Imagine yourself wedged in a biscuit tin…


Alison in her racing gear … with the lid jammed on tight, which is then suspended between four very large wheels and only about an inch from the ground… oh, and shifts at up to 70 miles an hour round a very bendy track. Because that's what my twenty minutes on the Daytona Go Karting track felt like to me!

I should have realised it wasn't my cup of tea when the very charming race track advisor ran through a list of conditions which would mean you couldn't race… and sadly an attack of nerves wasn't on there. But I couldn't look a fool in front of my boy could I? How hard could this be, I've been driving since I was 18!

We sat in a room with 15 other boy racers (actually one other woman besides me) and watched a short film starring some famous Formula 1 chappie with a camera strapped to his helmet, being shaken around at great speed literally inches from the ground. Apart from advocating the thrills and spills, he also did a marvellous job of scaring me to death with his commentary – made while haring round the very track I was about to drive on. He sounded like he was on Rolf Harris' wobble board!

Still I couldn't get out of it now, so I followed the other racers out onto the track. The photograph (above) was taken while I still had some colour in my squashed cheeks…

And they weren't the only cheeks that were squashed! I was given a padded liner to put inside my seat so I was wedged in extra tight, which at least meant there was an additional quarter of an inch between my buttocks and the tarmac. My pedals had to be extended so I could reach them, and while I was trying to work out how to move the visor on my helmet, the flag went up and we had to file off one by one onto the track.

The speed some of these guys set off at was terrifying! I'd only just worked out which pedal was the brake and which the accelerator when Jack lapped me for the first time. There were yellow lights flashing and hairpin bends to negotiate, and not a rear view mirror in sight. So unnerving not to know what's behind you… although in my case there was no one! 

I think my confidence reached an all time low when I'd completed my second lap and the race track steward held up a board saying "calm down." I was going so slowly at the time that I had no trouble reading it, infact I could almost count his nose hairs, but I was mortified that he thought I was some crazy female driver. Must have been the light catching the whites of my eyes through the visor – that and my clenched teeth.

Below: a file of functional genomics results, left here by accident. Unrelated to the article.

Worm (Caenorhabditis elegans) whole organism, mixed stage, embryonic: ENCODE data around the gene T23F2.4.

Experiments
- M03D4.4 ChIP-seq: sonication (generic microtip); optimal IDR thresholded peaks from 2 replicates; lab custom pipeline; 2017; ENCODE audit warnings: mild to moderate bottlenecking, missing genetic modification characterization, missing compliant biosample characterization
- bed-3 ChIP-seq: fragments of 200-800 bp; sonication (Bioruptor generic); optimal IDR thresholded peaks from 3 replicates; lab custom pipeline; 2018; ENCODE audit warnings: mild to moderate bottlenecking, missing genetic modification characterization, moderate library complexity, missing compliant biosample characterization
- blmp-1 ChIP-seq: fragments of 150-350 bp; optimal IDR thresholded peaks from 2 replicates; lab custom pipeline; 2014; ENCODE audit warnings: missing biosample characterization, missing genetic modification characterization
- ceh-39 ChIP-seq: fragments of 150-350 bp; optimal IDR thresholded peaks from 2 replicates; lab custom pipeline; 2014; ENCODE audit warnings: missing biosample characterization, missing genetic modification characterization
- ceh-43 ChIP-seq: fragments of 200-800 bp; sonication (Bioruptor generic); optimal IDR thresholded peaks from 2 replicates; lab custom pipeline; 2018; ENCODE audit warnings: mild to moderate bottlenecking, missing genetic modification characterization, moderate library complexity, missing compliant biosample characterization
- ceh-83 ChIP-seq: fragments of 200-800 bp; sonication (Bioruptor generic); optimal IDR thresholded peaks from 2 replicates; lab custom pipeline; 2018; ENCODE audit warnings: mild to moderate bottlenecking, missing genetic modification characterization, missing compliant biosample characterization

When Jack lapped me a third time I knew I was beaten and our lap times – printed on a souvenir certificate- had my name very clearly at the bottom. All that said, Jack loved it and he did brilliantly. I think I'll stick to my comfortable motor with its padded seats, four walls and a roof. Even paying the congestion charge troubles me less than the memory of my twenty minutes on the track.

Perhaps it's just me. Do let me know if you've ever raced around one of these tracks and how you coped?! I'm sure the guys will put me to shame.

Hope you had a good Easter.

Love Ali xx


  1. Lewis H April 14, 2009 at 7:19 pm -  Reply

    What a very racy commentary! Well done you showed a lot of pluck just for being on the race course…Congratulations!
    Hope you make a speedy recovery from post traumatic stress etc etc.Regards
    : )

  2. Lewis H April 14, 2009 at 7:21 pm -  Reply

    And well done to your son !

  3. alison keenan April 16, 2009 at 9:38 am -  Reply

    Thank you Lewis!! Yes, all recovered now and have even foolishly said I may attempt it again – after all – as Jack said, it would give me a chance to better my time…! Hope all’s well with you and your stress levels have eased. Hope too you had some time off over Easter.
    Ali x

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